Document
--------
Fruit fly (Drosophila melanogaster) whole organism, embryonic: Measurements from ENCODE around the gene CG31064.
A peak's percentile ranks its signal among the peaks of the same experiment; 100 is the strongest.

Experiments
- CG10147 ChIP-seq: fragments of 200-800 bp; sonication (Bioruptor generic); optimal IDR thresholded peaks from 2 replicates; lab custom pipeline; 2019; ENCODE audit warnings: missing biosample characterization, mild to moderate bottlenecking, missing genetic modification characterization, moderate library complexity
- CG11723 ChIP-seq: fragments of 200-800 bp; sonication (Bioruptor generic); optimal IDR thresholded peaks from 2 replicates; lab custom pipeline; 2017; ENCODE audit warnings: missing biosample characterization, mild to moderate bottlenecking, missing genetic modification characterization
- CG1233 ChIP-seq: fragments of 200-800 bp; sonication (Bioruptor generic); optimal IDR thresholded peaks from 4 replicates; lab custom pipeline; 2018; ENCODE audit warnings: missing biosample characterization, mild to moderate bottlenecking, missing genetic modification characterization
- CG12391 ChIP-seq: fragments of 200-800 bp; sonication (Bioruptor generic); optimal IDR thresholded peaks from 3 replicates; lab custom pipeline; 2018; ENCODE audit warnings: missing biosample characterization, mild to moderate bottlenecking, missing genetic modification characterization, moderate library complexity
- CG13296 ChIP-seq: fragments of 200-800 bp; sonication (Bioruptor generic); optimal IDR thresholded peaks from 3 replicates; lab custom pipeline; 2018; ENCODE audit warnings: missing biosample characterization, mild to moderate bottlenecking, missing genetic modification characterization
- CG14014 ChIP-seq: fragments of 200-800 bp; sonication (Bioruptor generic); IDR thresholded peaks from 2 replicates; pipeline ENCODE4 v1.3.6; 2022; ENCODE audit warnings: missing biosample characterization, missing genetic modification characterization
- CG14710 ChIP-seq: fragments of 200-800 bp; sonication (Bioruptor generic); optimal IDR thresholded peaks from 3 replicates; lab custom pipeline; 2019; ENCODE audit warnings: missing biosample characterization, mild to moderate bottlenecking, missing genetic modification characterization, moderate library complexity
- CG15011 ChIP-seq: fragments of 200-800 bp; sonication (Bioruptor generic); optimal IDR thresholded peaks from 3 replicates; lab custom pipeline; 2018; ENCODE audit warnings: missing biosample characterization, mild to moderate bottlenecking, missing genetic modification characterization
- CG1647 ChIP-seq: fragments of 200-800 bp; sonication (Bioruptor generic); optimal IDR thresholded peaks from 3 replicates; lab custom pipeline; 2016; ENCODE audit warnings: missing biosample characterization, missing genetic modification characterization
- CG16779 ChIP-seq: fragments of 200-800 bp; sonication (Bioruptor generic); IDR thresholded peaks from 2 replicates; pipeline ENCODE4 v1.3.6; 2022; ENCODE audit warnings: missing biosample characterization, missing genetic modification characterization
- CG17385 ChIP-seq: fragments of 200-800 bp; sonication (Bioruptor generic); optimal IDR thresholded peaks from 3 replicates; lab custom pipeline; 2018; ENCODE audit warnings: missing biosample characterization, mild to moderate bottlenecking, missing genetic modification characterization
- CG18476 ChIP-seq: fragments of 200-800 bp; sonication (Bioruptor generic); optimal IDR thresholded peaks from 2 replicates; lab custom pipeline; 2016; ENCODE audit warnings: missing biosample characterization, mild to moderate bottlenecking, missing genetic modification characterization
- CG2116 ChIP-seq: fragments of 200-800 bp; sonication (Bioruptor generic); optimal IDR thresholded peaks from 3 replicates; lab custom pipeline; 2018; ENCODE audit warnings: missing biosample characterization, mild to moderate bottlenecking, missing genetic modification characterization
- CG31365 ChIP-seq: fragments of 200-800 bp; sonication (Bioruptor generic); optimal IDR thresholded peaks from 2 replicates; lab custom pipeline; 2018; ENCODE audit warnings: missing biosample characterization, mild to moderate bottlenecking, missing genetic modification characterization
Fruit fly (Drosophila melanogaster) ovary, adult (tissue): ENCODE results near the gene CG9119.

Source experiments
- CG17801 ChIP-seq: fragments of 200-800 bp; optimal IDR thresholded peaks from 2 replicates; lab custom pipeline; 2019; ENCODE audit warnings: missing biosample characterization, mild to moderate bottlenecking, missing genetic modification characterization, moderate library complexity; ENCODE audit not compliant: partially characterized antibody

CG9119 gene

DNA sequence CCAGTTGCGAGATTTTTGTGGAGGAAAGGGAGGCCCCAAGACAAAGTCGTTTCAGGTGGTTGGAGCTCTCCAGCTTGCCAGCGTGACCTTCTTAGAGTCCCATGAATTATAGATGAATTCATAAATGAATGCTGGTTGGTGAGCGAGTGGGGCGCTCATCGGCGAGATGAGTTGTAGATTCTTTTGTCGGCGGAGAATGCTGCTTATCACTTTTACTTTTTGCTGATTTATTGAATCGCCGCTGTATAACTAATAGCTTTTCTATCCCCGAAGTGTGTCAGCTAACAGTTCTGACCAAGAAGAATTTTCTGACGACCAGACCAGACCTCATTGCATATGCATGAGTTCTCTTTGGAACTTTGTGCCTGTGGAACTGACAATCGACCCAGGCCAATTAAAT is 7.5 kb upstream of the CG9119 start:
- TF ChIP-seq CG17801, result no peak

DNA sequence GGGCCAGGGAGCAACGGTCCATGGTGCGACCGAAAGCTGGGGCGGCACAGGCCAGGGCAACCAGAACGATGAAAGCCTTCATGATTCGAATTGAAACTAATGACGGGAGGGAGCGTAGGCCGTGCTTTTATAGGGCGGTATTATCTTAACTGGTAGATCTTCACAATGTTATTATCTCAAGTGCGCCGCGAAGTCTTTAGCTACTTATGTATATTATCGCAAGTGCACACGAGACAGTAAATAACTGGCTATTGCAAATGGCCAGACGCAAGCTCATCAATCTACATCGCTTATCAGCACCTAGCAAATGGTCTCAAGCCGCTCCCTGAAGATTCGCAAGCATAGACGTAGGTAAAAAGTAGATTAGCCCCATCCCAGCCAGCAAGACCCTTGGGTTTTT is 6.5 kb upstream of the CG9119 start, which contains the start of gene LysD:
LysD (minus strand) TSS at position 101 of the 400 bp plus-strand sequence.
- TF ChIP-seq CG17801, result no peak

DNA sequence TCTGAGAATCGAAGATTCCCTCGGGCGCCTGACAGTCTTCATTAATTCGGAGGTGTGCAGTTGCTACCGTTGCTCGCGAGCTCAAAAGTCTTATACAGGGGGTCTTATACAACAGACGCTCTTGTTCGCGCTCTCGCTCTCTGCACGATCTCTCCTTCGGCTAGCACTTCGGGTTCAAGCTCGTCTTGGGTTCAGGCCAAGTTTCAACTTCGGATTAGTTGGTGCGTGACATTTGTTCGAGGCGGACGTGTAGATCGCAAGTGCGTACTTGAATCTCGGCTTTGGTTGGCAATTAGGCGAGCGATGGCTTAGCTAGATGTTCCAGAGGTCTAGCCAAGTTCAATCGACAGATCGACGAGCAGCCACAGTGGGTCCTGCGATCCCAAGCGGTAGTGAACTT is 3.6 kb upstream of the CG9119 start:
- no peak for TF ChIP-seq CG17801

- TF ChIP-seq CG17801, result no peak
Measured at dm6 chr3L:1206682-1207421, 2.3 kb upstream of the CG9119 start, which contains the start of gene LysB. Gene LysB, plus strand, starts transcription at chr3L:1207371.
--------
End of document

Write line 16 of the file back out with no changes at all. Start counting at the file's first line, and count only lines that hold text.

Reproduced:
- CG2116 ChIP-seq: fragments of 200-800 bp; sonication (Bioruptor generic); optimal IDR thresholded peaks from 3 replicates; lab custom pipeline; 2018; ENCODE audit warnings: missing biosample characterization, mild to moderate bottlenecking, missing genetic modification characterization